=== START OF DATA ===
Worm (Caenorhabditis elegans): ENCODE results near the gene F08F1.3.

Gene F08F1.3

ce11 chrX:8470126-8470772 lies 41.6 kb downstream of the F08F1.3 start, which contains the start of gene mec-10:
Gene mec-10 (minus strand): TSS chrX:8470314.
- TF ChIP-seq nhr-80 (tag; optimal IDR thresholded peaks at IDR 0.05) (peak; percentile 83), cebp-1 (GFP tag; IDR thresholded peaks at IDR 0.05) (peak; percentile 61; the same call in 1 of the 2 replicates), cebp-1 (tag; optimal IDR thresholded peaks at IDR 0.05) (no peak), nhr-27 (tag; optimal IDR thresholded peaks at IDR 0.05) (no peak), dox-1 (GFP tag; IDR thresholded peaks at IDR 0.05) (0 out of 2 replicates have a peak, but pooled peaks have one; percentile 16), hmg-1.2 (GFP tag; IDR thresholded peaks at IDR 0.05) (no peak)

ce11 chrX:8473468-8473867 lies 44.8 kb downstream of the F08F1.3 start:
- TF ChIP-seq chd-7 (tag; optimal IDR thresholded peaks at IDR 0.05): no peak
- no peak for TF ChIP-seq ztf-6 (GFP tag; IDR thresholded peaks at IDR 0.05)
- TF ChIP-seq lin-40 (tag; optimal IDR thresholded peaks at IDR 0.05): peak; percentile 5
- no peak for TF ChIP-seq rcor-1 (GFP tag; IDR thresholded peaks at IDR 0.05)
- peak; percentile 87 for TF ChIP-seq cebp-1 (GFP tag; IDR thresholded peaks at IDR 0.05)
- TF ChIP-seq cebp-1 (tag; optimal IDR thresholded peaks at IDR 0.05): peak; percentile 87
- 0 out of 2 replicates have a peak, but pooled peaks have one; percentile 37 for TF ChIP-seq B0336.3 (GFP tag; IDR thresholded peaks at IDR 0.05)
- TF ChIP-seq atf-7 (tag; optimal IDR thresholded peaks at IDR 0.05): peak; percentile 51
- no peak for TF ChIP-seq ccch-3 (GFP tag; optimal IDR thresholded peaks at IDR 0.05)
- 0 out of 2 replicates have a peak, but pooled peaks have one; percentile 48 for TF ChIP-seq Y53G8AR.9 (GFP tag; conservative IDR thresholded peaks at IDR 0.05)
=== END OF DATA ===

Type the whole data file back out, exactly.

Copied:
Worm (Caenorhabditis elegans): ENCODE results near the gene F08F1.3.

Gene F08F1.3

ce11 chrX:8470126-8470772 lies 41.6 kb downstream of the F08F1.3 start, which contains the start of gene mec-10:
Gene mec-10 (minus strand): TSS chrX:8470314.
- TF ChIP-seq nhr-80 (tag; optimal IDR thresholded peaks at IDR 0.05) (peak; percentile 83), cebp-1 (GFP tag; IDR thresholded peaks at IDR 0.05) (peak; percentile 61; the same call in 1 of the 2 replicates), cebp-1 (tag; optimal IDR thresholded peaks at IDR 0.05) (no peak), nhr-27 (tag; optimal IDR thresholded peaks at IDR 0.05) (no peak), dox-1 (GFP tag; IDR thresholded peaks at IDR 0.05) (0 out of 2 replicates have a peak, but pooled peaks have one; percentile 16), hmg-1.2 (GFP tag; IDR thresholded peaks at IDR 0.05) (no peak)

ce11 chrX:8473468-8473867 lies 44.8 kb downstream of the F08F1.3 start:
- TF ChIP-seq chd-7 (tag; optimal IDR thresholded peaks at IDR 0.05): no peak
- no peak for TF ChIP-seq ztf-6 (GFP tag; IDR thresholded peaks at IDR 0.05)
- TF ChIP-seq lin-40 (tag; optimal IDR thresholded peaks at IDR 0.05): peak; percentile 5
- no peak for TF ChIP-seq rcor-1 (GFP tag; IDR thresholded peaks at IDR 0.05)
- peak; percentile 87 for TF ChIP-seq cebp-1 (GFP tag; IDR thresholded peaks at IDR 0.05)
- TF ChIP-seq cebp-1 (tag; optimal IDR thresholded peaks at IDR 0.05): peak; percentile 87
- 0 out of 2 replicates have a peak, but pooled peaks have one; percentile 37 for TF ChIP-seq B0336.3 (GFP tag; IDR thresholded peaks at IDR 0.05)
- TF ChIP-seq atf-7 (tag; optimal IDR thresholded peaks at IDR 0.05): peak; percentile 51
- no peak for TF ChIP-seq ccch-3 (GFP tag; optimal IDR thresholded peaks at IDR 0.05)
- 0 out of 2 replicates have a peak, but pooled peaks have one; percentile 48 for TF ChIP-seq Y53G8AR.9 (GFP tag; conservative IDR thresholded peaks at IDR 0.05)